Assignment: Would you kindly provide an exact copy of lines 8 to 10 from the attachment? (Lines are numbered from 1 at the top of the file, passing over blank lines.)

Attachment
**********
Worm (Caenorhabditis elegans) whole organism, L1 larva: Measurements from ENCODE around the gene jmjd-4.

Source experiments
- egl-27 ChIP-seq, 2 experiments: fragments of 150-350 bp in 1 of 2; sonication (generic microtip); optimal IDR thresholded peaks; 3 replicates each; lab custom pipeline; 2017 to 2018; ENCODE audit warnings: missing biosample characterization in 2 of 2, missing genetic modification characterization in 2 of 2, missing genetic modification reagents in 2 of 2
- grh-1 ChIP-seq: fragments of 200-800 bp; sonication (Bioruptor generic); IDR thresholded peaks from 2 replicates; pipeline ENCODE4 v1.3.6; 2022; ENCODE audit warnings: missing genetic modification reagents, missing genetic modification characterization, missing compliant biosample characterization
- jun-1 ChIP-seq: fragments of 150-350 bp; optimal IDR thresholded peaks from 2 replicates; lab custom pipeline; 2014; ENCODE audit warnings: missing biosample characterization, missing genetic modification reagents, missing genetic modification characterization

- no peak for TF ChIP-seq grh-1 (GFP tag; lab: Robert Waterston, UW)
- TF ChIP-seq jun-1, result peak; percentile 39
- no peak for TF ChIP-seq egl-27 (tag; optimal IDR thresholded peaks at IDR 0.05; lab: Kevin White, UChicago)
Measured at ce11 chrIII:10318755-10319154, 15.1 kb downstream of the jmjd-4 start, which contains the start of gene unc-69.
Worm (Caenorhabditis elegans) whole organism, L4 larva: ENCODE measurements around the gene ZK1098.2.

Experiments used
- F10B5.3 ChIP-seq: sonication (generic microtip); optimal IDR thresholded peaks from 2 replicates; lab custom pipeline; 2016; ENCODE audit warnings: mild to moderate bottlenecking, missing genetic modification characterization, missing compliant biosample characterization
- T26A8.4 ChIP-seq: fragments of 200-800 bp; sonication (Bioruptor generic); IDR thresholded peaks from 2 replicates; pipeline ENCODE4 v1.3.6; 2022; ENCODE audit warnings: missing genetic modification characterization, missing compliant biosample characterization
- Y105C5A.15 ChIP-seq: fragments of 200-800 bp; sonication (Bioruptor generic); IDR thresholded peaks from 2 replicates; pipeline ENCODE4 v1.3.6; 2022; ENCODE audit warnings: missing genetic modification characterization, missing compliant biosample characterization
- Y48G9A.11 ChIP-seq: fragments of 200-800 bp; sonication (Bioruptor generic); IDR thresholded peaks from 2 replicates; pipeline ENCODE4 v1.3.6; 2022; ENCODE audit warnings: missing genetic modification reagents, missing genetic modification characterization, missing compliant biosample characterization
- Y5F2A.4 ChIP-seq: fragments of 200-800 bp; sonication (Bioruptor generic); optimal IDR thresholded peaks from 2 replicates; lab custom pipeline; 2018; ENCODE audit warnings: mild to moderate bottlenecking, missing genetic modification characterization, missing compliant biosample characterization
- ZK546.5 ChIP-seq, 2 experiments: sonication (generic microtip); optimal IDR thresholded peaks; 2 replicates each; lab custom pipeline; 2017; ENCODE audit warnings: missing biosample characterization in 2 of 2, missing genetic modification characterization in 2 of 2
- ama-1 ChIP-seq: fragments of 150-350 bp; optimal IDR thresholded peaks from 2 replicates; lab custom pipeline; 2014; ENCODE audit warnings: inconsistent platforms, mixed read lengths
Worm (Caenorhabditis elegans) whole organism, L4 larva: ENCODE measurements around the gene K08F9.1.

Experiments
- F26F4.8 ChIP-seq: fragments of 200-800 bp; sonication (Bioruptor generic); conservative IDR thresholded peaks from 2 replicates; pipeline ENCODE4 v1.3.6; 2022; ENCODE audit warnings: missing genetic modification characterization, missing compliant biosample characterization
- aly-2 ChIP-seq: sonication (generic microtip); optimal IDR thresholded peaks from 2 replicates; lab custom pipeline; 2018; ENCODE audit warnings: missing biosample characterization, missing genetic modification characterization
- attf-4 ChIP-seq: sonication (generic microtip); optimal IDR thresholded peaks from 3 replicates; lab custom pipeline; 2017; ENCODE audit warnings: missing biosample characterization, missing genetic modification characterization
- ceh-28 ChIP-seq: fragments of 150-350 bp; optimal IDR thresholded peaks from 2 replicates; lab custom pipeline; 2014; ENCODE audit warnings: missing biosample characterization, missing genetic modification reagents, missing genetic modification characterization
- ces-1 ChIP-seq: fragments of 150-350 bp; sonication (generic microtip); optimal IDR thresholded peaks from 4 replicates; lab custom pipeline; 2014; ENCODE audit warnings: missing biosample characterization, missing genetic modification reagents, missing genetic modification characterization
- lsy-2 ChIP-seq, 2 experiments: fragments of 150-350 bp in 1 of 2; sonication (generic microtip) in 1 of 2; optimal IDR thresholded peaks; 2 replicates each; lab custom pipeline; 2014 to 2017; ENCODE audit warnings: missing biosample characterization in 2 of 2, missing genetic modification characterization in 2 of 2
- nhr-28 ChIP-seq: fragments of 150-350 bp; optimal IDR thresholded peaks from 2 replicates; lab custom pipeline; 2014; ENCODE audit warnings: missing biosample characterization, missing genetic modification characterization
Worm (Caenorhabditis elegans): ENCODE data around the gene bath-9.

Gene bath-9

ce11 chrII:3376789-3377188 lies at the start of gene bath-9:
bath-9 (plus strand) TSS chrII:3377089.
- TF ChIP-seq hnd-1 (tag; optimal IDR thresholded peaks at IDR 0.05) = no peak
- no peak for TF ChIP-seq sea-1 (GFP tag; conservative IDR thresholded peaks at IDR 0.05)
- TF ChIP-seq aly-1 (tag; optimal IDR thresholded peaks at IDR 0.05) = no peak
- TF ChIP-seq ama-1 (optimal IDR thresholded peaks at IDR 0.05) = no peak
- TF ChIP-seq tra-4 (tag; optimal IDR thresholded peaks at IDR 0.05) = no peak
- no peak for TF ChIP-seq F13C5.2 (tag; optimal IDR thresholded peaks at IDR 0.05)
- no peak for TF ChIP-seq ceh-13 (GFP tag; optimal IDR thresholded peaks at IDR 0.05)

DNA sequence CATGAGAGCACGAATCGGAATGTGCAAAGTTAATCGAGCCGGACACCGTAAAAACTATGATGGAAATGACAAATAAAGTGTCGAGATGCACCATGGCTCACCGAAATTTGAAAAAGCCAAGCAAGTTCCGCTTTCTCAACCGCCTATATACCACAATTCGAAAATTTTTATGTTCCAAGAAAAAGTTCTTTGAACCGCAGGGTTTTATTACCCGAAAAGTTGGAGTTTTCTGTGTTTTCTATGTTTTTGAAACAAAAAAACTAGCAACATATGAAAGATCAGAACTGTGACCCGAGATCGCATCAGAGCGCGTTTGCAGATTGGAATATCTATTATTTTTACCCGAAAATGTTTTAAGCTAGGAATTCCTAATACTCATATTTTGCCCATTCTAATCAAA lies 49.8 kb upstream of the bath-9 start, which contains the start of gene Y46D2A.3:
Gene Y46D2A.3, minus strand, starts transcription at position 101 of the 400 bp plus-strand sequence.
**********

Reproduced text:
- no peak for TF ChIP-seq egl-27 (tag; optimal IDR thresholded peaks at IDR 0.05; lab: Kevin White, UChicago)
Measured at ce11 chrIII:10318755-10319154, 15.1 kb downstream of the jmjd-4 start, which contains the start of gene unc-69.
Worm (Caenorhabditis elegans) whole organism, L4 larva: ENCODE measurements around the gene ZK1098.2.